A satellite image of the 2018 Atlantic hurricane season. Credit - NOAA/Getty Images
It’s no secret that global climate change hurts the economy. With more frequent and more severe storms, flooding, drought, and fires, countries around the world are already taking economic hits. And as long-term events like rising sea levels and temperature patterns continue to affect agriculture and human health, the economic damage will only grow.
The impact, however, will be unequally distributed. A recent report from S&P Global assessed how 135 countries might be affected by climate-related events in 2050. The economic risk levels ranged from 0% of GDP (indicating that the economy will likely not be exposed to climate hazards) to 100% of GDP (the entire economy could be exposed to climate hazards). The measurement predicts only economic vulnerability—not economic loss. For example, a country with 80% GDP exposure doesn’t mean that 80% of the economy will be wiped out in 30 years, but rather that 80% of the economy is at risk of experiencing a loss.
Using these percentages, TIME “mapped” countries on a blue-to-red scale to see which economies are in least and most danger. But instead of a standard map—one with, say, borders and oceans—we looked at each country as a latitudinal point. The result was a chart that looks a bit like a volcano turned sideways.
What this shows is that economies that have huge physical climate risk—in some cases 100% exposed—are generally within 20 degrees of the equator. And none are in the far northern or southern parts of the globe. On the other hand, countries that have minimal risk are from a wide range of latitudes, but skew more to the poles.
To arrive at these numbers, S&P Global researchers considered how much of each country’s area is prone to experience wildfires, storms, floods, and rising sea levels, as well as how much of agricultural land is at risk of water stress, and workforce population impacted by extreme heat.
There are a few reasons why this geographic pattern exists. For one, a number of nations at or near Earth’s waistline are small island states that are highly vulnerable to massive storms that can devastate infrastructure and crimp their most dependent industries, such as tourism. Additionally, a large share of countries located around the equator have less diversified economies that rely on physical labor to produce goods. Extreme heat can have devastating effects on labor productivity in these nations. In sub-Saharan Africa, for instance, higher-income and service-driven countries like Botswana and South Africa, which are at the tip of the continent, have 19% and 0% GDP exposure; low-income countries like Ethiopia and Burkina Faso that rely more on agriculture and industry and sit just above the equator, have 93% and 99% GDP exposure, respectively.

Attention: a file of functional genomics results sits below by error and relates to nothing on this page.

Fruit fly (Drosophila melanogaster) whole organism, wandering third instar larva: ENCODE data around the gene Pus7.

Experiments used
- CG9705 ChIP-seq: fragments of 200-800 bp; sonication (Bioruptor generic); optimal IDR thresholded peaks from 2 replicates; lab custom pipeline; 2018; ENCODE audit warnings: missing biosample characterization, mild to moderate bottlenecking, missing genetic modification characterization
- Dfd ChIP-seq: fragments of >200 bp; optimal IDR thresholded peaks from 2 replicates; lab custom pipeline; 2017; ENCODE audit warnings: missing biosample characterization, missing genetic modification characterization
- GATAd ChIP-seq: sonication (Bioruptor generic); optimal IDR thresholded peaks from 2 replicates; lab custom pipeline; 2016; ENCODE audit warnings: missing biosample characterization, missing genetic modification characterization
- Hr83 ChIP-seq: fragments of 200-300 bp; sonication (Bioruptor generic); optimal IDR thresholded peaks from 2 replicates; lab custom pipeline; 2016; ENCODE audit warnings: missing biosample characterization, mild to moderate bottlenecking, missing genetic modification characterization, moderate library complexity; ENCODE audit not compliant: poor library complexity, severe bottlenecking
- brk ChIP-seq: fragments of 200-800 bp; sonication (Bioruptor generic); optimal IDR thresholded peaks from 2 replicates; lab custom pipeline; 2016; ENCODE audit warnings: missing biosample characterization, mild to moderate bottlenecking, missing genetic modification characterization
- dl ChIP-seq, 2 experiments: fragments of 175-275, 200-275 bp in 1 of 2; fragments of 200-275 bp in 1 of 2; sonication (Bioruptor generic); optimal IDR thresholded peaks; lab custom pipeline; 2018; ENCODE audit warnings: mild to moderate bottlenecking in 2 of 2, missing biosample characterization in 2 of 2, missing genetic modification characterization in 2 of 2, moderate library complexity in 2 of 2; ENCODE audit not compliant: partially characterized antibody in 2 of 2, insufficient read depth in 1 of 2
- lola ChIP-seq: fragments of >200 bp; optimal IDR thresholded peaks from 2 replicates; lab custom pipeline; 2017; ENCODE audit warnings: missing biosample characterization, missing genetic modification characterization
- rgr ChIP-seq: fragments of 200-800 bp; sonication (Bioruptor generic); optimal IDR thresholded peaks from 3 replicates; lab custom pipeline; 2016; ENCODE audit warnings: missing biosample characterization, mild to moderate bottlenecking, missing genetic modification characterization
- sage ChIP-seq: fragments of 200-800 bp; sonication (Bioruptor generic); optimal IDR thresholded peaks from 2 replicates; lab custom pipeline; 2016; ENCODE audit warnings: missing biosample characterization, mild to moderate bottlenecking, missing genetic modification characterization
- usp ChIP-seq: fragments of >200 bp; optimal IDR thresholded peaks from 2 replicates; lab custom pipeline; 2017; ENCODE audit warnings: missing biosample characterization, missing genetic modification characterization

A separate element of the study looked at how prepared each country might be to adapt to climate impacts on a scale from 1 (most ready) to 6 (least ready). This score is not a factor in the GDP risk assessment, but it does serve to show how prepared each country might be to address those risks.
When TIME plotted this readiness assessment based on country latitude, the trends—particularly at the extreme ends of the readiness scale—were even more stark than GDP exposure. Among countries with the best readiness score, only the highly developed city-state of Singapore lies on the equator. And conversely, nearly all the countries with the worst readiness score are within 20 degrees of the equator.
Taken together, the charts indicate that countries in northern and southern latitudes are more likely to have resources to prepare the best for climate effects—even though their economies are the least at risk. This is because these nations, particularly those on the European continent—have diversified and service-based economies that can take Mother Nature’s punches. They are also wealthier and more technologically advanced, which allows them to funnel resources into climate adaptation efforts.
While S&P Global didn’t quantify GDP losses on a country level due to uncertainty surrounding the reliability of data at that level, it did calculate an estimate for global regions and the world. It found that 4% of the global economy could be lost to climate change impacts by 2050, assuming that countries stick to their current pledges to address climate change. As Marion Amiot, one of authors of the study, points out, a loss that small may not seem like a big deal, but it would be even worse than the 3.4% global GDP decline in 2020 due to COVID-19.